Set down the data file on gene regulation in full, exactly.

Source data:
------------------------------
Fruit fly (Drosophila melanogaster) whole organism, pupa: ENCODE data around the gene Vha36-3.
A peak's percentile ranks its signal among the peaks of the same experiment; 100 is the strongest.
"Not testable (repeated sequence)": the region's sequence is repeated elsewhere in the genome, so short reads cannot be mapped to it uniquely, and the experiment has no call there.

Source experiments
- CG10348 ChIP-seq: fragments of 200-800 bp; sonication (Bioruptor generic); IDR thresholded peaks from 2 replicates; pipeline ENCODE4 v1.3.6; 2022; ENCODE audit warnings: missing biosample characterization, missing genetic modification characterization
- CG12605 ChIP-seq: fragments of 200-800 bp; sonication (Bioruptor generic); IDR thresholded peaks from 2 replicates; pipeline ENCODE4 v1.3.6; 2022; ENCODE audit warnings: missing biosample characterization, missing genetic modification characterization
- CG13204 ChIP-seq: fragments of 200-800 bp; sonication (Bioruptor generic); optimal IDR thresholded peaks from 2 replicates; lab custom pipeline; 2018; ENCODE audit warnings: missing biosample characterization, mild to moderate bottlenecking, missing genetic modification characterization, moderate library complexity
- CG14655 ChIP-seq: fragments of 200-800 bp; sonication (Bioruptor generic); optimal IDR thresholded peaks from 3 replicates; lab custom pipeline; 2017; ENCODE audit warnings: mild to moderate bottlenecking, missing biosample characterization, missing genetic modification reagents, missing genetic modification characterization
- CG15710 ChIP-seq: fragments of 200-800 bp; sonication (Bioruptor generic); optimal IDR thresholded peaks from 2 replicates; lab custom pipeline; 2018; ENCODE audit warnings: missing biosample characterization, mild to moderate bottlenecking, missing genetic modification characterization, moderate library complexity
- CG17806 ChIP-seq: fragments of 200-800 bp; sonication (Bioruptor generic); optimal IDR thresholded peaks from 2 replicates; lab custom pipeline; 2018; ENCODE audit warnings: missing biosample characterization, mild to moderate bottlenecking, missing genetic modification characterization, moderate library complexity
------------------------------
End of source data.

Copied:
Fruit fly (Drosophila melanogaster) whole organism, pupa: ENCODE data around the gene Vha36-3.
A peak's percentile ranks its signal among the peaks of the same experiment; 100 is the strongest.
"Not testable (repeated sequence)": the region's sequence is repeated elsewhere in the genome, so short reads cannot be mapped to it uniquely, and the experiment has no call there.

Source experiments
- CG10348 ChIP-seq: fragments of 200-800 bp; sonication (Bioruptor generic); IDR thresholded peaks from 2 replicates; pipeline ENCODE4 v1.3.6; 2022; ENCODE audit warnings: missing biosample characterization, missing genetic modification characterization
- CG12605 ChIP-seq: fragments of 200-800 bp; sonication (Bioruptor generic); IDR thresholded peaks from 2 replicates; pipeline ENCODE4 v1.3.6; 2022; ENCODE audit warnings: missing biosample characterization, missing genetic modification characterization
- CG13204 ChIP-seq: fragments of 200-800 bp; sonication (Bioruptor generic); optimal IDR thresholded peaks from 2 replicates; lab custom pipeline; 2018; ENCODE audit warnings: missing biosample characterization, mild to moderate bottlenecking, missing genetic modification characterization, moderate library complexity
- CG14655 ChIP-seq: fragments of 200-800 bp; sonication (Bioruptor generic); optimal IDR thresholded peaks from 3 replicates; lab custom pipeline; 2017; ENCODE audit warnings: mild to moderate bottlenecking, missing biosample characterization, missing genetic modification reagents, missing genetic modification characterization
- CG15710 ChIP-seq: fragments of 200-800 bp; sonication (Bioruptor generic); optimal IDR thresholded peaks from 2 replicates; lab custom pipeline; 2018; ENCODE audit warnings: missing biosample characterization, mild to moderate bottlenecking, missing genetic modification characterization, moderate library complexity
- CG17806 ChIP-seq: fragments of 200-800 bp; sonication (Bioruptor generic); optimal IDR thresholded peaks from 2 replicates; lab custom pipeline; 2018; ENCODE audit warnings: missing biosample characterization, mild to moderate bottlenecking, missing genetic modification characterization, moderate library complexity